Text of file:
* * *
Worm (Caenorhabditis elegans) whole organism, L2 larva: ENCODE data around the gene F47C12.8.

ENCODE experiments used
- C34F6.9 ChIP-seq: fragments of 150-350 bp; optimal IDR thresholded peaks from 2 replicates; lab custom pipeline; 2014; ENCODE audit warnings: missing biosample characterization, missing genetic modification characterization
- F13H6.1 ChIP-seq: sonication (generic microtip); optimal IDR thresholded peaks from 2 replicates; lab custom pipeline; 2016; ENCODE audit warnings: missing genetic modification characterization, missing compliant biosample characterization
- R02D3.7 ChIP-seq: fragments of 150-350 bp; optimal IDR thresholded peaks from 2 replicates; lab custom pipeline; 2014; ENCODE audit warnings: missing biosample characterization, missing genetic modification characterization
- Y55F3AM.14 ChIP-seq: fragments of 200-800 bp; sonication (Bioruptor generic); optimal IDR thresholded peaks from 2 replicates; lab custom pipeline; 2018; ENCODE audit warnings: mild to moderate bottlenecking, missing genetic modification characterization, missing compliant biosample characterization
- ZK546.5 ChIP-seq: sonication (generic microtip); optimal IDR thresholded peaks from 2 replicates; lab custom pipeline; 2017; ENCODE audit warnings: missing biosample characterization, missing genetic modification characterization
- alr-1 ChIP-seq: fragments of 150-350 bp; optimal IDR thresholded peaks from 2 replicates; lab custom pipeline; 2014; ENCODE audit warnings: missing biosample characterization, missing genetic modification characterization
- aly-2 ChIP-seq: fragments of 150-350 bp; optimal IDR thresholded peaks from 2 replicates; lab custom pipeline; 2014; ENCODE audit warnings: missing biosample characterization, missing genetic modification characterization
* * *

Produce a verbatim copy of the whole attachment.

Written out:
Worm (Caenorhabditis elegans) whole organism, L2 larva: ENCODE data around the gene F47C12.8.

ENCODE experiments used
- C34F6.9 ChIP-seq: fragments of 150-350 bp; optimal IDR thresholded peaks from 2 replicates; lab custom pipeline; 2014; ENCODE audit warnings: missing biosample characterization, missing genetic modification characterization
- F13H6.1 ChIP-seq: sonication (generic microtip); optimal IDR thresholded peaks from 2 replicates; lab custom pipeline; 2016; ENCODE audit warnings: missing genetic modification characterization, missing compliant biosample characterization
- R02D3.7 ChIP-seq: fragments of 150-350 bp; optimal IDR thresholded peaks from 2 replicates; lab custom pipeline; 2014; ENCODE audit warnings: missing biosample characterization, missing genetic modification characterization
- Y55F3AM.14 ChIP-seq: fragments of 200-800 bp; sonication (Bioruptor generic); optimal IDR thresholded peaks from 2 replicates; lab custom pipeline; 2018; ENCODE audit warnings: mild to moderate bottlenecking, missing genetic modification characterization, missing compliant biosample characterization
- ZK546.5 ChIP-seq: sonication (generic microtip); optimal IDR thresholded peaks from 2 replicates; lab custom pipeline; 2017; ENCODE audit warnings: missing biosample characterization, missing genetic modification characterization
- alr-1 ChIP-seq: fragments of 150-350 bp; optimal IDR thresholded peaks from 2 replicates; lab custom pipeline; 2014; ENCODE audit warnings: missing biosample characterization, missing genetic modification characterization
- aly-2 ChIP-seq: fragments of 150-350 bp; optimal IDR thresholded peaks from 2 replicates; lab custom pipeline; 2014; ENCODE audit warnings: missing biosample characterization, missing genetic modification characterization